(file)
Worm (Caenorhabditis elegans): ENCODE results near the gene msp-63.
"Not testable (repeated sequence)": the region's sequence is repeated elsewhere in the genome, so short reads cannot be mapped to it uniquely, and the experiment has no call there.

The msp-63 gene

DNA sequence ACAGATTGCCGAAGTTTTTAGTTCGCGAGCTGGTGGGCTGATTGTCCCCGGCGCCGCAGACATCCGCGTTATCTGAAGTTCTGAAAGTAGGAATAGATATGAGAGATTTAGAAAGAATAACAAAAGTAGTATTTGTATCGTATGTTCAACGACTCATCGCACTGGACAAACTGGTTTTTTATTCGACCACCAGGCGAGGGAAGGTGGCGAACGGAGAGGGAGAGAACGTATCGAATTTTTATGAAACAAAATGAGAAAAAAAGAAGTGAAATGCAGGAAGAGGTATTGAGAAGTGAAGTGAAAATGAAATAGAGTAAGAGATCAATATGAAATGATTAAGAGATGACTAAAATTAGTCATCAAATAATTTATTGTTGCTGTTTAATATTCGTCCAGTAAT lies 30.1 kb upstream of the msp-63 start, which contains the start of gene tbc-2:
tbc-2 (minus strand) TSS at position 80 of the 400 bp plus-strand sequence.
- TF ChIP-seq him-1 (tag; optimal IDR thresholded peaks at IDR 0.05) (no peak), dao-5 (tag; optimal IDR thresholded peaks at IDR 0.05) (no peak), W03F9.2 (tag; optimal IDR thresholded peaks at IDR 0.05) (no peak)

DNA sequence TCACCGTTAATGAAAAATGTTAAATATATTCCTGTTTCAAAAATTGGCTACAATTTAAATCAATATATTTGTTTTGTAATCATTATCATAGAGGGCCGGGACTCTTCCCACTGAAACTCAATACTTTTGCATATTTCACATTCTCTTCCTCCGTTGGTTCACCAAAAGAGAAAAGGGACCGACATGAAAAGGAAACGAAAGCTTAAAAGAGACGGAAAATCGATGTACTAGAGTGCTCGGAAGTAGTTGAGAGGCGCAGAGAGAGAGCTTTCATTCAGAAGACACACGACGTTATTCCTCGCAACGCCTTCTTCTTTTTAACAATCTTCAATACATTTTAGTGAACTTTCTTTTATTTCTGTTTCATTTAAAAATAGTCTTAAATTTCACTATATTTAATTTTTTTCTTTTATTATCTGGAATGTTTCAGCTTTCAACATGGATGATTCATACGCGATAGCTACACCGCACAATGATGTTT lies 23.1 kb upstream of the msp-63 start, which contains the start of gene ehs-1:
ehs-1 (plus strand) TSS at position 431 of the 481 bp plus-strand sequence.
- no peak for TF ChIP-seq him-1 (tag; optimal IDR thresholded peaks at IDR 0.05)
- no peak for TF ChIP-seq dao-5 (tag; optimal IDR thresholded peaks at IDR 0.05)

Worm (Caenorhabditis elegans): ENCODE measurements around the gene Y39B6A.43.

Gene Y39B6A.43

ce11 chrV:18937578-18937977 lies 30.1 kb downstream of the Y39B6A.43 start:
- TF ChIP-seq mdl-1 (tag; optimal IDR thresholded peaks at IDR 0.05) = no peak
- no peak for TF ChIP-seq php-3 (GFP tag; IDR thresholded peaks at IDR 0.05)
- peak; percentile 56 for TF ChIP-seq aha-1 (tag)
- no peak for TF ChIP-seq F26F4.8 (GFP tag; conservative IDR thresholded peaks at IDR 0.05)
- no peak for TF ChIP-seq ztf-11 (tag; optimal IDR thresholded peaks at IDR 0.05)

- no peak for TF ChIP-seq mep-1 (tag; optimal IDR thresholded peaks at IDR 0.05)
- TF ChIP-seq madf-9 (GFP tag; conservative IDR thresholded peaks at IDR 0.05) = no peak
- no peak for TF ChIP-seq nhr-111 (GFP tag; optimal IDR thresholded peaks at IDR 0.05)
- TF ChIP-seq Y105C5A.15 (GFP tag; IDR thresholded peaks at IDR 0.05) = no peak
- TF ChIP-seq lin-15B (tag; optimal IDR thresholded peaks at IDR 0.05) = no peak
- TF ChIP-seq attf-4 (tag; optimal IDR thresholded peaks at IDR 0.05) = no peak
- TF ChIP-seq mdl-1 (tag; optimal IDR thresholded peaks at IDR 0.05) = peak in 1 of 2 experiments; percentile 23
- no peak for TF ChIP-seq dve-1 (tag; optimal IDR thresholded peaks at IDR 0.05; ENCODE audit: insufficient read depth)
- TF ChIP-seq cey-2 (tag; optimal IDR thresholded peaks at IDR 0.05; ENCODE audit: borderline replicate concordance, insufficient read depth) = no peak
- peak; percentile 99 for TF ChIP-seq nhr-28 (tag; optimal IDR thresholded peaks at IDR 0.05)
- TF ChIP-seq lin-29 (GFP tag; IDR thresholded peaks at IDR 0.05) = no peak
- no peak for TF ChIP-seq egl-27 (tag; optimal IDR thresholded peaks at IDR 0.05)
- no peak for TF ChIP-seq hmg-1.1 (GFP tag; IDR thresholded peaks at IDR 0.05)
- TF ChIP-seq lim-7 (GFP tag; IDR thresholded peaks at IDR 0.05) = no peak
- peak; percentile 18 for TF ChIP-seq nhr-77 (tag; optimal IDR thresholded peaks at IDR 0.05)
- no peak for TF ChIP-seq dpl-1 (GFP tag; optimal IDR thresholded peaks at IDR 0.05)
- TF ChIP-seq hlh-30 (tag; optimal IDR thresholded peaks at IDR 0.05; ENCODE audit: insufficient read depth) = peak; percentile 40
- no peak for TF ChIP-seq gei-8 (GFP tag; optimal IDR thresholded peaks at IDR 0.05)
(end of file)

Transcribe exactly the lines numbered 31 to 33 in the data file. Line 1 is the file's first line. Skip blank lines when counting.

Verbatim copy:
- no peak for TF ChIP-seq hmg-1.1 (GFP tag; IDR thresholded peaks at IDR 0.05)
- TF ChIP-seq lim-7 (GFP tag; IDR thresholded peaks at IDR 0.05) = no peak
- peak; percentile 18 for TF ChIP-seq nhr-77 (tag; optimal IDR thresholded peaks at IDR 0.05)